Boston Globe columnist expresses fear over great white sharks

Great White Shark image
The presence of white sharks in the Cape Cod area is expected again this summer.

Boston Globe columnist Brian McGrory’s “State’s little white lie” addresses what the author appears to believe is an attempt by Massachusetts state officials to downplay concern over the presence of great white sharks in the Cape Cod area. McGrory likens an announcement from Ian Bowles, state secretary of environmental affairs, and Dr. Gregory Skomal of Massachusetts Division of Marine Fisheries to the attempted cover-up of a shark attack by the fictional character, Mayor Vaughn, from the movie “Jaws.” The announcement from Bowles and Skomal informed the people of Massachusetts that there was nothing to fear from great white sharks in the area, when it comes to visiting Massachusetts beaches over the upcoming holiday weekend.

Clearly, McGrory does not agree with this statement, but he offers little in the way of any kind of scientific evidence as to why this announcement should be viewed with skepticism by the public, save for references to a Google search, regarding white shark births and information from (which is a user-submitted wiki, often lacking any references) regarding the maternal nature of white sharks. The references to white shark births were included as a result of McGrory expressing concern over the young white shark that was tagged last week in Stellwagen Bank last week.

McGrory’s logic seems to be that if a young white shark is present in Massachusetts’ water, then there is potential for other white sharks, including the shark’s mother and possible siblings, to be in the same general area. While this line of thinking isn’t necessarily flawed, the idea that swimmers are at risk due to the sighting of a young white shark 20 miles off the coast could certainly be considered questionable.

McGrory’s piece is undoubtedly tongue-in-cheek at times, but the overall message is that he believes beach-goers in Massachusetts are in danger if they go swimming. McGrory seems fairly convinced of this danger to the point that he calls into question the sincerity of Dr. Greg Skomal and his stance on the safety of swimmers. McGrory goes so far as to pick apart the semantics of Skomal’s voicemail message which states his is “in the field,” to which McGrory remarks that he prefers his shark expert to be “in the water.”

While there are always going to be risks involved with going to the beach (and doing just about anything else in life), the scientific evidence suggests that the risk of an attack by a great white shark is relatively negligible. Obviously, the presence of a relatively large number of white sharks which are known to be feeding in a particular area will increase the odds of an attack if people are swimming in that area. In that respect, McGrory’s concerns over the dangers of white sharks are not completely unfounded. However, last year when a large number of sightings of white sharks were reported near Chatham beaches, the government did, in fact, recognize the increased risk and closed the affected beaches.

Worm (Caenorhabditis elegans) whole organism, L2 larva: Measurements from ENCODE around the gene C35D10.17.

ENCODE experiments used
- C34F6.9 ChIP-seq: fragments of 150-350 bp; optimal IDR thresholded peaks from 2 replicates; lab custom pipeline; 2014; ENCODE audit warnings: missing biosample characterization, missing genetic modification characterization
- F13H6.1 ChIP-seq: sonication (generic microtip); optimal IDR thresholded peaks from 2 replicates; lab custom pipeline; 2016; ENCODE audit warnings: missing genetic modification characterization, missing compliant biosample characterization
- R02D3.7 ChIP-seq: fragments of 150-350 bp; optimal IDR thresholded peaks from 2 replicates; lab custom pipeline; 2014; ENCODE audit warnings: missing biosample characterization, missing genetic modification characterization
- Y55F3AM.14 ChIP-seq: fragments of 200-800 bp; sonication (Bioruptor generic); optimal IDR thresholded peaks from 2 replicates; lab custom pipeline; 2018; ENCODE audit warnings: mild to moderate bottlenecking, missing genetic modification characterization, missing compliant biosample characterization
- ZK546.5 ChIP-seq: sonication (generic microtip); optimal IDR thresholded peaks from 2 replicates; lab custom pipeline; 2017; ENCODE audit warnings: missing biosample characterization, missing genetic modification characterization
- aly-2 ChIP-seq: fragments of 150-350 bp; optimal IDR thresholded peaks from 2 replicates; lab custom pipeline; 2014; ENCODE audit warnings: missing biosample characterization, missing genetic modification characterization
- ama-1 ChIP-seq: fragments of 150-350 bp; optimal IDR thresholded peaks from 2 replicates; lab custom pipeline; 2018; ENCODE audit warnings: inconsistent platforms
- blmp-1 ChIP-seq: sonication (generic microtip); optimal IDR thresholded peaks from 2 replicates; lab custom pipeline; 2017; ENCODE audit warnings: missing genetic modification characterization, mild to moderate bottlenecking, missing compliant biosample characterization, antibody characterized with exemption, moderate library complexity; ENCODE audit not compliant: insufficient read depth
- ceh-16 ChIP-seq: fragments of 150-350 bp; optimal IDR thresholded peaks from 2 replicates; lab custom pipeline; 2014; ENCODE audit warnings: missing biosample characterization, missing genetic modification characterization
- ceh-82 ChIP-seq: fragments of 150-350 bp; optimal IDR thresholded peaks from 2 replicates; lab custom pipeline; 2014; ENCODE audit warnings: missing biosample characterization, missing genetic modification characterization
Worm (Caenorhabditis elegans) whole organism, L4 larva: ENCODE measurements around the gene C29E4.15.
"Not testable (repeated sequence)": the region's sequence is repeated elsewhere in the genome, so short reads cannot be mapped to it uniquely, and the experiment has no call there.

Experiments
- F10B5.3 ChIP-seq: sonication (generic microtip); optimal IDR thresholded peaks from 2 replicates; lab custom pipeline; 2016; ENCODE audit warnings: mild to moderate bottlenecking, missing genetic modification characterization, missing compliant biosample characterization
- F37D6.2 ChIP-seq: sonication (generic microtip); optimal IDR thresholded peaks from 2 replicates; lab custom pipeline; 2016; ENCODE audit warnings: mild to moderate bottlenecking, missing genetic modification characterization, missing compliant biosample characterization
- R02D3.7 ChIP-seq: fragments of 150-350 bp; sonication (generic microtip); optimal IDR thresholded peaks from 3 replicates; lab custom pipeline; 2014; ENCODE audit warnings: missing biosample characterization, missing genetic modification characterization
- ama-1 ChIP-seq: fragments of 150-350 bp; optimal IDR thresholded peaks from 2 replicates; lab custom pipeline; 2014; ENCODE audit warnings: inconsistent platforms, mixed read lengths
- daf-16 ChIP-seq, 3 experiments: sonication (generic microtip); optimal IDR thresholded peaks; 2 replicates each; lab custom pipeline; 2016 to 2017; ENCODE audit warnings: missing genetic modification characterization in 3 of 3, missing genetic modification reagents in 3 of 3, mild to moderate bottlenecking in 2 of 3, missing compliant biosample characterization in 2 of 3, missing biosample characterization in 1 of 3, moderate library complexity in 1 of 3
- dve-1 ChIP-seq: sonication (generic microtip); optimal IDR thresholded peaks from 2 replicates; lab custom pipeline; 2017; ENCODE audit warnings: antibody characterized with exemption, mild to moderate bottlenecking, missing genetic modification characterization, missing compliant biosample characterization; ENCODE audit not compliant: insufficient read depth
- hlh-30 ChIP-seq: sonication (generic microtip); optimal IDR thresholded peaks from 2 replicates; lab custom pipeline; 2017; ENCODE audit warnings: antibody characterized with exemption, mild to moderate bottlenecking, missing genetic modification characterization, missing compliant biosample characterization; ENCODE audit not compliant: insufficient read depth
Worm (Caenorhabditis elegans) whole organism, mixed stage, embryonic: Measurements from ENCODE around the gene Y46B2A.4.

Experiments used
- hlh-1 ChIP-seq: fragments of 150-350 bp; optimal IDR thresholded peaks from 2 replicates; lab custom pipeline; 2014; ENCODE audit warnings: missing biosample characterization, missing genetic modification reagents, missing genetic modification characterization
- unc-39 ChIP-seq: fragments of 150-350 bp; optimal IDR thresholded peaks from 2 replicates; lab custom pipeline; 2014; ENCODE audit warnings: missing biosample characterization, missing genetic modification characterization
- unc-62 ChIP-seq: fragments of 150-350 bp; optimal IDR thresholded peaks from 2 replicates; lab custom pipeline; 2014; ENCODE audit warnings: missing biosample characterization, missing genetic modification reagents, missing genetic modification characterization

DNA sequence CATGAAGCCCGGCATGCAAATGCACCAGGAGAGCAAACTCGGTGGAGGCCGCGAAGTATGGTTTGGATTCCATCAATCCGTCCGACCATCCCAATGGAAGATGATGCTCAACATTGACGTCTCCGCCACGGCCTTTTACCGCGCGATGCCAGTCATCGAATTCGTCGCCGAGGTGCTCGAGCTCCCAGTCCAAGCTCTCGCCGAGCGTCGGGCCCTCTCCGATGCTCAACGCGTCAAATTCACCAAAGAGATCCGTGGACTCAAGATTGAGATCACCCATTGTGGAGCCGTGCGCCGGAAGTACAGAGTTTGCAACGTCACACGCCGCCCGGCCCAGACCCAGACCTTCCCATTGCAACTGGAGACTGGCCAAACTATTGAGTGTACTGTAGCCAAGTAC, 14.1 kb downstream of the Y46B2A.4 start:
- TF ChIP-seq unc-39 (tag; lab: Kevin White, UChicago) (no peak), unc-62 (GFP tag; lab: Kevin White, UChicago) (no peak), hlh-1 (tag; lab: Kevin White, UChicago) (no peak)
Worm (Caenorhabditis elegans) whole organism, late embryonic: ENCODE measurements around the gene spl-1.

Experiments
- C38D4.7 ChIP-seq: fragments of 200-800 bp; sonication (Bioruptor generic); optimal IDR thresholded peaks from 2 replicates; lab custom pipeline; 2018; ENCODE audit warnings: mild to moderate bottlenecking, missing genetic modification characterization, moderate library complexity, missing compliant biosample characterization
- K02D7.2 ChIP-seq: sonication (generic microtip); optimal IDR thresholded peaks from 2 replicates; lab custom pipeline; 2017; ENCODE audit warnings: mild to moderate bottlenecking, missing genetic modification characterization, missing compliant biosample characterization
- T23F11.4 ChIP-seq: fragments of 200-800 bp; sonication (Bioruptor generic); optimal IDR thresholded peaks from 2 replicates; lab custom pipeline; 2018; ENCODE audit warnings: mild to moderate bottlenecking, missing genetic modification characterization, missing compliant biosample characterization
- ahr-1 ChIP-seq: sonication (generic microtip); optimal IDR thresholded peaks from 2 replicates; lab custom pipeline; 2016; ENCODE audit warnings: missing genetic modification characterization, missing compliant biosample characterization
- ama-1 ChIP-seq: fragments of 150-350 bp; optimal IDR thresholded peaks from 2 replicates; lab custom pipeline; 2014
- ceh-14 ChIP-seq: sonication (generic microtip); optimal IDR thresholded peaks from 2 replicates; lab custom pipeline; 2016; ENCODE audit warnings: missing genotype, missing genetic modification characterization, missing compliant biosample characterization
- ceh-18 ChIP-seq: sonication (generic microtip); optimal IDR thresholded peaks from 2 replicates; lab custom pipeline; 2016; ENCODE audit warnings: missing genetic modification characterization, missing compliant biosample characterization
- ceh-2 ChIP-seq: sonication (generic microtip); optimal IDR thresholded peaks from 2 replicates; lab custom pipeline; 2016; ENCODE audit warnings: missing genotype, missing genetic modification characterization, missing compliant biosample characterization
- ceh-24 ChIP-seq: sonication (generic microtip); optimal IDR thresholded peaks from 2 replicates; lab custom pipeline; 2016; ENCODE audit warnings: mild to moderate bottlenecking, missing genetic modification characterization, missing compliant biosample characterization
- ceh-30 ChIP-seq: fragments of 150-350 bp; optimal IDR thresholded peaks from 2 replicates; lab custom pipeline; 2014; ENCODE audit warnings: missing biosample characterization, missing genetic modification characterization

McGrory’s story seems to promote the idea that officials such as Bowles and Skomal are being irresponsible by informing the public that the beaches are safe, but the same argument could be made toward McGrory for suggesting (albeit sarcastically) that the officials are being disingenuous toward the public. McGrory doesn’t offer much evidence to support the implied dangers that he is trying to alert the reader to. The article implies McGrory’s knowledge of white sharks is limited to what he has seen in the movie “Jaws” and to what he has Googled. On the other hand, Dr. Skomal has a background studying marine life, including great white sharks and was on-hand and “in the field” (aka on the water) last year during the tagging process of some of these white sharks. To McGrory’s credit, he does state toward the end of his column that he can only speak for himself. However, he then goes on to urge everyone to stick to the miniature golf course over the holiday weekend.

At the end of the day, we all have to make our own decisions about the risks we take. I’ll be heading to a North Carolina beach next week not far from where a bull shark attack occurred last week. I’m more worried about being on the road with drunk drivers over the holiday weekend than I am about swimming with sharks. As Mr. McGrory said, I can only speak for myself.


  1. Symbiont says:

    Although he may have written much of this with tongue in cheek (and at the same time perhaps not), there are always people in the world who would take this sort of article seriously.

    The world doesnt need any more hysteria about sharks, that is old news and we all know better now! Having just returned from an international shark conference with some of the leading scientists i would love to be able to pass on the the author of the article some solid research that i learnt about. This being the fact that there are GWS nursery areas and in these areas there are no adult sharks! There is one site in Australia where there are many many many GWS pups right off the beach and yet there has never been an attack.

    It is also a little naive to say that a GWS is harmless and i am certainly not going to portray that view. No animal is totally harmless. However more people are killed each year by some of the smallest animals that we WOULD normally class as harmless, things such as jellyfish and mosquitos. Does this mean that we should all lock ourselves inside our house for fear of encountering these critters? If you must but itd be a pretty dull way to spent the rest of your life!

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